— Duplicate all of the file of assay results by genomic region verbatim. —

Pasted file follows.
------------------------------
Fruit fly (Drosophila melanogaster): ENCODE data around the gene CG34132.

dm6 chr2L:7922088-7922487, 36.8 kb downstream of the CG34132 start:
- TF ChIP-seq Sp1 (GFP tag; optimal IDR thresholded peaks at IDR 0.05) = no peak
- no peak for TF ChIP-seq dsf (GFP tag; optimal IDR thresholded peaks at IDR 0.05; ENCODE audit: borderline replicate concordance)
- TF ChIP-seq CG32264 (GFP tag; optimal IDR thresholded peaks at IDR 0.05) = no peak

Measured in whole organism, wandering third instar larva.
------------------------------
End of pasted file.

Fruit fly (Drosophila melanogaster): ENCODE data around the gene CG34132.

dm6 chr2L:7922088-7922487, 36.8 kb downstream of the CG34132 start:
- TF ChIP-seq Sp1 (GFP tag; optimal IDR thresholded peaks at IDR 0.05) = no peak
- no peak for TF ChIP-seq dsf (GFP tag; optimal IDR thresholded peaks at IDR 0.05; ENCODE audit: borderline replicate concordance)
- TF ChIP-seq CG32264 (GFP tag; optimal IDR thresholded peaks at IDR 0.05) = no peak

Measured in whole organism, wandering third instar larva.